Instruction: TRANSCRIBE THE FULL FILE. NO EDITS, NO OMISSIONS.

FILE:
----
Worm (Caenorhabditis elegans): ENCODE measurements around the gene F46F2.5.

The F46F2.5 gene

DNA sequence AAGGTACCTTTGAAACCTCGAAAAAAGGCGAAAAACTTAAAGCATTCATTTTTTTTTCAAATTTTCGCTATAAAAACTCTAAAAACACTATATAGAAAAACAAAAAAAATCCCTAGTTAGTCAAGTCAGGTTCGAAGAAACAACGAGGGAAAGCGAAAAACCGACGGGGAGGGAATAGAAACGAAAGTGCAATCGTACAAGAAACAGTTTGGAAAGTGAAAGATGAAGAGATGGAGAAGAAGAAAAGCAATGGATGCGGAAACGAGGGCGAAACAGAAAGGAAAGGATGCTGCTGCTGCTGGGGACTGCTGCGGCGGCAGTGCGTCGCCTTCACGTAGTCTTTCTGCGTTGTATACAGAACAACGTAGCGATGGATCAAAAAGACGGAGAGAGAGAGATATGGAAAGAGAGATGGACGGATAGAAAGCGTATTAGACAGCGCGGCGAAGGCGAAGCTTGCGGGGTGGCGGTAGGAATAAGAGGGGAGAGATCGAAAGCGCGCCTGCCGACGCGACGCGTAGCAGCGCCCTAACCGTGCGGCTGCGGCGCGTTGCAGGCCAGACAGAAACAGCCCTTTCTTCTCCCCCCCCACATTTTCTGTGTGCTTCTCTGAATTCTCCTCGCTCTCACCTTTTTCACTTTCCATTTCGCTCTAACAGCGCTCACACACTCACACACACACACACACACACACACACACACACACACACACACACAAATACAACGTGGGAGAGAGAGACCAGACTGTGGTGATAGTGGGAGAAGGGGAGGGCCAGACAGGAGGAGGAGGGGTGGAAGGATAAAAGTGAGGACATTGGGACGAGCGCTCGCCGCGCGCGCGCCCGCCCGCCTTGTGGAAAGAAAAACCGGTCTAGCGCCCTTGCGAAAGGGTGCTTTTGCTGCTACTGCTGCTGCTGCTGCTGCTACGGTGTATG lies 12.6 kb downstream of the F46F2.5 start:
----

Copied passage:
Worm (Caenorhabditis elegans): ENCODE measurements around the gene F46F2.5.

The F46F2.5 gene

DNA sequence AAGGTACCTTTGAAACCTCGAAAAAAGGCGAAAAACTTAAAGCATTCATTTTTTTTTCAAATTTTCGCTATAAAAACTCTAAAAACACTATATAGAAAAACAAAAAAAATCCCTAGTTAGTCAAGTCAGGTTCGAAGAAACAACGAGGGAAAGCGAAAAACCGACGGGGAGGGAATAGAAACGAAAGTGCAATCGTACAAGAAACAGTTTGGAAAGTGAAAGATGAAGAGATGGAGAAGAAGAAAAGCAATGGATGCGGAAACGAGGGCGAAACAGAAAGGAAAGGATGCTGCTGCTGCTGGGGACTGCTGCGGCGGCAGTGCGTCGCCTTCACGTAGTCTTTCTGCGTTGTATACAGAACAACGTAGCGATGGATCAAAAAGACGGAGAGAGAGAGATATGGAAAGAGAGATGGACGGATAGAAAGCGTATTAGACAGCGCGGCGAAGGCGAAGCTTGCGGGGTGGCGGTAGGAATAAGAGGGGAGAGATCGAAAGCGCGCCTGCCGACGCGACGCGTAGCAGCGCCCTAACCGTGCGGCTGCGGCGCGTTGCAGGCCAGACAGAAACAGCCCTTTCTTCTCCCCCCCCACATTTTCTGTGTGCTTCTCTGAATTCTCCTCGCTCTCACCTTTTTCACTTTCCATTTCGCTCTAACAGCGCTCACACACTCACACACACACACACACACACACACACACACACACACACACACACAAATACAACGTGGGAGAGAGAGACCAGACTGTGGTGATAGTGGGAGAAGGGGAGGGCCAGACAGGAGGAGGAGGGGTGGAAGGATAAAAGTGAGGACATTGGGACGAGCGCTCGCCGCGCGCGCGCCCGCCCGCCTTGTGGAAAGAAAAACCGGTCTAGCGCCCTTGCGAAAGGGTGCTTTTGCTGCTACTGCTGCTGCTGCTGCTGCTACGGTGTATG lies 12.6 kb downstream of the F46F2.5 start: